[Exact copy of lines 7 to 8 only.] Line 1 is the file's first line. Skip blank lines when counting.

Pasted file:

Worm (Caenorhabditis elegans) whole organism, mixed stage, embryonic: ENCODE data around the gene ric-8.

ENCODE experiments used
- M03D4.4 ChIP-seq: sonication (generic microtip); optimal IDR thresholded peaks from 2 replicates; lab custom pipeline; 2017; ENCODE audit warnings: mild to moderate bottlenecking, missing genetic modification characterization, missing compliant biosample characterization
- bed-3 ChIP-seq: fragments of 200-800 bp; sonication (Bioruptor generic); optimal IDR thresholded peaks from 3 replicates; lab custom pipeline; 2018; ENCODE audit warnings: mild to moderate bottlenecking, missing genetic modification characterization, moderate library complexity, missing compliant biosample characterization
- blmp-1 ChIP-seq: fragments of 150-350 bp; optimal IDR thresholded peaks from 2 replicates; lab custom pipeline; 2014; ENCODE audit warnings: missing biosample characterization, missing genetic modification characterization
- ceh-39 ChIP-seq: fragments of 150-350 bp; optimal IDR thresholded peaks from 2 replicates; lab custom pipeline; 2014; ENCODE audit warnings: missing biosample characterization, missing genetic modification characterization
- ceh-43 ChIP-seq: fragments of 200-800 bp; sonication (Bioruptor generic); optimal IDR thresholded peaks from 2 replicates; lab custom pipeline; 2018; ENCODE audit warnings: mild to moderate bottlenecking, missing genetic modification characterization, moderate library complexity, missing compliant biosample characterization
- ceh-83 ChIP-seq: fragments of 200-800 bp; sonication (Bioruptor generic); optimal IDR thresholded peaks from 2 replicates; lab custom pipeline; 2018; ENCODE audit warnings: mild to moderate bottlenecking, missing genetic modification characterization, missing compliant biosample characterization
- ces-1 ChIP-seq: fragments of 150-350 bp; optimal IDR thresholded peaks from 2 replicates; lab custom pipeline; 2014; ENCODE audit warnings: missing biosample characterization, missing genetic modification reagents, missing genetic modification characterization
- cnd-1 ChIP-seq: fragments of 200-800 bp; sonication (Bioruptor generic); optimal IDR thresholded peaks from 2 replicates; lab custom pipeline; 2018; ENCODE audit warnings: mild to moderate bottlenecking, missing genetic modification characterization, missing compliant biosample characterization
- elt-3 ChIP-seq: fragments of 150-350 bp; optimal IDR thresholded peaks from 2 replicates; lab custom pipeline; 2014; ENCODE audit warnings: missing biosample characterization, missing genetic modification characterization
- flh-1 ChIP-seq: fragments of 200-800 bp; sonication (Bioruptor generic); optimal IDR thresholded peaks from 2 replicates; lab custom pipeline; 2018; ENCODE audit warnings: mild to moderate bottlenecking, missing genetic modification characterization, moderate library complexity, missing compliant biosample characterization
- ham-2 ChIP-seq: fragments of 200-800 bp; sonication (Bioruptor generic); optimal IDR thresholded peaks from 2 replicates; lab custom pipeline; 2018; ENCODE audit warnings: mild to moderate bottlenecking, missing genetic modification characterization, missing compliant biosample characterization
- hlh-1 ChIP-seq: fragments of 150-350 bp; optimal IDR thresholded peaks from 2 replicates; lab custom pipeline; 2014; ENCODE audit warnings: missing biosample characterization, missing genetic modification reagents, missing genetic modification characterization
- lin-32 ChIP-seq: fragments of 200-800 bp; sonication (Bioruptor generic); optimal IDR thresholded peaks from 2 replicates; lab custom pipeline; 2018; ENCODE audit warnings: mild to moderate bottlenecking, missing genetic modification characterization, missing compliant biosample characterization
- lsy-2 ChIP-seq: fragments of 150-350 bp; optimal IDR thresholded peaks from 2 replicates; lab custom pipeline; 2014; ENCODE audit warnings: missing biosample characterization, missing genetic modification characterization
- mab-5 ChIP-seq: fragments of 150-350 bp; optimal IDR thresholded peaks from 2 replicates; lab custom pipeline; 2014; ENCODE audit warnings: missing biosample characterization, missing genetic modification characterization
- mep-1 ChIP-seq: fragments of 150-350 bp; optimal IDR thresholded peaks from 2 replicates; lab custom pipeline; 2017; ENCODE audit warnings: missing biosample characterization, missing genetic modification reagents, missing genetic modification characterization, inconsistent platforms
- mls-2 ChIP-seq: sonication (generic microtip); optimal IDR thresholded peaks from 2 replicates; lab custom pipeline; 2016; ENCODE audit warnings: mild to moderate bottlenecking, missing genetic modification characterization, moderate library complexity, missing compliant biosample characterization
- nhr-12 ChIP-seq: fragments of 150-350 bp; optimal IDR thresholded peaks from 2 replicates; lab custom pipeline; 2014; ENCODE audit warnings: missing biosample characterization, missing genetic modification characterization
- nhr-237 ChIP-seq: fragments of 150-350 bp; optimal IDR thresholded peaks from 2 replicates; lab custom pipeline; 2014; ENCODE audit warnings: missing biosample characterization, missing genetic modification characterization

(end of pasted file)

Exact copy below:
- ceh-43 ChIP-seq: fragments of 200-800 bp; sonication (Bioruptor generic); optimal IDR thresholded peaks from 2 replicates; lab custom pipeline; 2018; ENCODE audit warnings: mild to moderate bottlenecking, missing genetic modification characterization, moderate library complexity, missing compliant biosample characterization
- ceh-83 ChIP-seq: fragments of 200-800 bp; sonication (Bioruptor generic); optimal IDR thresholded peaks from 2 replicates; lab custom pipeline; 2018; ENCODE audit warnings: mild to moderate bottlenecking, missing genetic modification characterization, missing compliant biosample characterization